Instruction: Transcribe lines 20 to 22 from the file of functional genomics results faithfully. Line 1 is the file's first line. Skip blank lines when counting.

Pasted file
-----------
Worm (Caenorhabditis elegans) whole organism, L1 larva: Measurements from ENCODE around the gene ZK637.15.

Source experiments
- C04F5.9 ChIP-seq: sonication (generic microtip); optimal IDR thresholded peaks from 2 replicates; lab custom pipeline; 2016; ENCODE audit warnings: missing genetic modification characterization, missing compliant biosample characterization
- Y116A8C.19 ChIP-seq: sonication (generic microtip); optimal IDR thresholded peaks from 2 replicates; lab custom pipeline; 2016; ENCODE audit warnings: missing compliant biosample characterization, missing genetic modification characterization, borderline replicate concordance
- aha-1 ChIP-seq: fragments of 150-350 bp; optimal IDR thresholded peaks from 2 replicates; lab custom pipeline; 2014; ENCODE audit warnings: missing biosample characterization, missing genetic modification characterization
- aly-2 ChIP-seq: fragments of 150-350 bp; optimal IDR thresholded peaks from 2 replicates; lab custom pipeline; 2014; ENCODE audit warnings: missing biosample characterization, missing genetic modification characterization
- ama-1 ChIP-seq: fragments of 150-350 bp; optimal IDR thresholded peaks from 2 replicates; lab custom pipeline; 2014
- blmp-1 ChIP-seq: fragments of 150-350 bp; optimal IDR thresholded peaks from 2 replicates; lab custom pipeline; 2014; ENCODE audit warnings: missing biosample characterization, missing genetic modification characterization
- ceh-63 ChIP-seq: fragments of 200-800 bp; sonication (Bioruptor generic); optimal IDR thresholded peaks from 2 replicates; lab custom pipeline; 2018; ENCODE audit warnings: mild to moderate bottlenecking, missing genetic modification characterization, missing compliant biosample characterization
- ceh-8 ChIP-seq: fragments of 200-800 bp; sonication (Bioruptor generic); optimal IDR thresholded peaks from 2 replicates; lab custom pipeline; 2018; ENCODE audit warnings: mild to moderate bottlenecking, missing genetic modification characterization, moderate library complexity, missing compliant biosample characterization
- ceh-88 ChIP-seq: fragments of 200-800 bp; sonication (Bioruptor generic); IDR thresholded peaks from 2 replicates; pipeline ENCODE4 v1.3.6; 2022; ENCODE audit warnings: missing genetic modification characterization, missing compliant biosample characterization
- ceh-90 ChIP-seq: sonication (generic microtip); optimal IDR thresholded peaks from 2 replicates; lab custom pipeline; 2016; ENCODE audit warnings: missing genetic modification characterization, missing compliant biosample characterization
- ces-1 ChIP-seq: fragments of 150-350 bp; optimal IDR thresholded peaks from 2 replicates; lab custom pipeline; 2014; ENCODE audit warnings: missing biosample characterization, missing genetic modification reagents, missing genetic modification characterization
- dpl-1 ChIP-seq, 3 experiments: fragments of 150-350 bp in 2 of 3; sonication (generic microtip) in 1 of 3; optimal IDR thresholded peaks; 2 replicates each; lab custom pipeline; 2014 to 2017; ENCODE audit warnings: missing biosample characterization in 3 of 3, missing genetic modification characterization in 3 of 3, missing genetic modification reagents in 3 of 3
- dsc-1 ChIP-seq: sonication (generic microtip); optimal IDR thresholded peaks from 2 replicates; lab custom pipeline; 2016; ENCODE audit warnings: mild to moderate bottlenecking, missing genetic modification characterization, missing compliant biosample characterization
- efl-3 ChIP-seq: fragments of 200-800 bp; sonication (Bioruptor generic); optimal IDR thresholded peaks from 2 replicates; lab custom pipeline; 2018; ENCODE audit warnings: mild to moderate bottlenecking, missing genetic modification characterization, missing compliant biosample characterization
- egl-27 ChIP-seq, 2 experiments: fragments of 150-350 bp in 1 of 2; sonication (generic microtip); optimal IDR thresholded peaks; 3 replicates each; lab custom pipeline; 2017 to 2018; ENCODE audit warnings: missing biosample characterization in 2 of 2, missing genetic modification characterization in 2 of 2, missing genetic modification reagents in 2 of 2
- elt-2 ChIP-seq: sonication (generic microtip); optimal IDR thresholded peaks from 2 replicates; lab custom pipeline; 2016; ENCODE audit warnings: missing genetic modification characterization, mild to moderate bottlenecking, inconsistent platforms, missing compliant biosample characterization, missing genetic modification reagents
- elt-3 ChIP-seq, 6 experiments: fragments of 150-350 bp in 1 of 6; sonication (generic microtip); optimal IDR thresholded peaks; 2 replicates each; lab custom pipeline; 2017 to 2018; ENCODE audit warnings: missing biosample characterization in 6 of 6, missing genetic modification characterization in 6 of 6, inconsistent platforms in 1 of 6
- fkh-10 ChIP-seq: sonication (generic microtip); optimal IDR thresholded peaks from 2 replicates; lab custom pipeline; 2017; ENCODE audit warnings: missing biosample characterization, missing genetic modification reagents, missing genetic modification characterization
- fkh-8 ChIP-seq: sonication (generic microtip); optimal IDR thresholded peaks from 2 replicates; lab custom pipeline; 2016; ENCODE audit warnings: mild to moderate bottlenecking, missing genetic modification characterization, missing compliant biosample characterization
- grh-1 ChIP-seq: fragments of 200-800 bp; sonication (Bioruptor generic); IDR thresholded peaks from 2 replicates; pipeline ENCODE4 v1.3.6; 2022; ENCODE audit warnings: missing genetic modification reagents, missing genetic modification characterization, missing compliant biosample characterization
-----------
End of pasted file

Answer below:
- fkh-10 ChIP-seq: sonication (generic microtip); optimal IDR thresholded peaks from 2 replicates; lab custom pipeline; 2017; ENCODE audit warnings: missing biosample characterization, missing genetic modification reagents, missing genetic modification characterization
- fkh-8 ChIP-seq: sonication (generic microtip); optimal IDR thresholded peaks from 2 replicates; lab custom pipeline; 2016; ENCODE audit warnings: mild to moderate bottlenecking, missing genetic modification characterization, missing compliant biosample characterization
- grh-1 ChIP-seq: fragments of 200-800 bp; sonication (Bioruptor generic); IDR thresholded peaks from 2 replicates; pipeline ENCODE4 v1.3.6; 2022; ENCODE audit warnings: missing genetic modification reagents, missing genetic modification characterization, missing compliant biosample characterization